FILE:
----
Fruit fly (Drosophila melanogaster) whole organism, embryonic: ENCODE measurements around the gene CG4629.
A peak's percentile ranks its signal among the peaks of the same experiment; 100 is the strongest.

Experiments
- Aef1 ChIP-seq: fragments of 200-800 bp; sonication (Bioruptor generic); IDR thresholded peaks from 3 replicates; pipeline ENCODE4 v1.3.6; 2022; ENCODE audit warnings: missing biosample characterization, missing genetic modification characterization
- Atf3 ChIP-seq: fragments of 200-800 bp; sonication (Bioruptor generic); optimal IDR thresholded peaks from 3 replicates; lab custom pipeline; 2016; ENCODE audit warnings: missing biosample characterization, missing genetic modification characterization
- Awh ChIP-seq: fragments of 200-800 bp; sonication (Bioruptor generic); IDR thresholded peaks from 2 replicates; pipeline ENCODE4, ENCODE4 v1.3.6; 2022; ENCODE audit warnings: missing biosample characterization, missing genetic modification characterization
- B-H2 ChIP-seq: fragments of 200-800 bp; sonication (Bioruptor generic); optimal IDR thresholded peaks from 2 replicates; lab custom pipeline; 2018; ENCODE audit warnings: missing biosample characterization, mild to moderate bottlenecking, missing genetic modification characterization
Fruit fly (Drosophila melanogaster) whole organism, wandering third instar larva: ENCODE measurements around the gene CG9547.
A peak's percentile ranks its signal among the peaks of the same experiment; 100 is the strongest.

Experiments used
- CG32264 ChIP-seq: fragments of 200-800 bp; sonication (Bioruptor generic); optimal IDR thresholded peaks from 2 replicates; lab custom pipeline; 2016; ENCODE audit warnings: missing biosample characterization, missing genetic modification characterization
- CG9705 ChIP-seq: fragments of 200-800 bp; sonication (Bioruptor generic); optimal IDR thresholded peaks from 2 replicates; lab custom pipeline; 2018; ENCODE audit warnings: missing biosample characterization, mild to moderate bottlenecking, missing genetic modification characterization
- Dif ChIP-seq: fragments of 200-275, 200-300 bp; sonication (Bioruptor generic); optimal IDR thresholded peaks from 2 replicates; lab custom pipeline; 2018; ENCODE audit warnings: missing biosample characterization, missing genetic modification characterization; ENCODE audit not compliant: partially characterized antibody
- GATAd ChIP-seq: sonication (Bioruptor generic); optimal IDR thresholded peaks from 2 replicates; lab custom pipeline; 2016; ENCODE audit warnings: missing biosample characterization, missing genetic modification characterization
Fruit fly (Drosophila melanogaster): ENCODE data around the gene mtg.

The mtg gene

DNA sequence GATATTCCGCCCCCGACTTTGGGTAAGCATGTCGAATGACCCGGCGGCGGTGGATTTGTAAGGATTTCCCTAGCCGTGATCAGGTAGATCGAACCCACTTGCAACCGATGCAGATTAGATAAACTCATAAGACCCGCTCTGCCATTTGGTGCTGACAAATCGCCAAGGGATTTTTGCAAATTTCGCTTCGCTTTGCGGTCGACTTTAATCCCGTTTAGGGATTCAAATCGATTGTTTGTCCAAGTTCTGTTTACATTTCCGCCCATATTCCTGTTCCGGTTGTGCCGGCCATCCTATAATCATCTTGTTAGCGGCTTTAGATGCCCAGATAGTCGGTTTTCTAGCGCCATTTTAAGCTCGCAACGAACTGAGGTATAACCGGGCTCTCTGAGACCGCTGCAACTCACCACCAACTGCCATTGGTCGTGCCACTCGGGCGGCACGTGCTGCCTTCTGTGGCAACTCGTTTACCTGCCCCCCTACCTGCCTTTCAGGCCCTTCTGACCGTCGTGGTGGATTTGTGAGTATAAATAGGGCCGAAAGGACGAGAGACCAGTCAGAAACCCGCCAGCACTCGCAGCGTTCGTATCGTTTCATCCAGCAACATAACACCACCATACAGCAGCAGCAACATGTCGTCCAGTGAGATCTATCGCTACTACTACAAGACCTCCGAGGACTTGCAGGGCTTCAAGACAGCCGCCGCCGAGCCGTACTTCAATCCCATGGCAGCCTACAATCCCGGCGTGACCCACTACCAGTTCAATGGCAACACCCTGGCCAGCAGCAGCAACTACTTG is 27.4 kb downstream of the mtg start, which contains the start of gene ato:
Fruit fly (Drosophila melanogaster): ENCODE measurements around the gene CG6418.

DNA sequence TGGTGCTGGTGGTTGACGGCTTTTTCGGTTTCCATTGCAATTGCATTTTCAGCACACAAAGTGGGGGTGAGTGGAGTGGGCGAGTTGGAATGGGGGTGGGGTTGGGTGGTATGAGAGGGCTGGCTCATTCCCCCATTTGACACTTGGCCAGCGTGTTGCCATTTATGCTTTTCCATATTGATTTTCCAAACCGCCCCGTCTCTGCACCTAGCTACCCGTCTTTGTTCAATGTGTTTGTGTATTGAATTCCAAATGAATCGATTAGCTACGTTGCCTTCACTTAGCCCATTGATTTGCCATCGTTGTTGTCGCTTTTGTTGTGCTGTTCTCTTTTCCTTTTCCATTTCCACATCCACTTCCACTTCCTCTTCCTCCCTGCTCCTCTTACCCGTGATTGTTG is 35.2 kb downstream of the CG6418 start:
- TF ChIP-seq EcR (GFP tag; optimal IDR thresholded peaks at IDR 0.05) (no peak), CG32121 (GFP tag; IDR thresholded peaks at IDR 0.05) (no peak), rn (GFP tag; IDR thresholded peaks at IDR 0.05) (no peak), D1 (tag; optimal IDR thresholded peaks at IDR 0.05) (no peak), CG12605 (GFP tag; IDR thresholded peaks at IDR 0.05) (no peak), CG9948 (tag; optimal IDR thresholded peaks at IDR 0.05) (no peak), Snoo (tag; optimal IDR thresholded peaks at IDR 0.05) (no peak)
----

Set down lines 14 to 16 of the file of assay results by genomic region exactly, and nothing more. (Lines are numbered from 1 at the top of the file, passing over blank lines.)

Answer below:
- GATAd ChIP-seq: sonication (Bioruptor generic); optimal IDR thresholded peaks from 2 replicates; lab custom pipeline; 2016; ENCODE audit warnings: missing biosample characterization, missing genetic modification characterization
Fruit fly (Drosophila melanogaster): ENCODE data around the gene mtg.

The mtg gene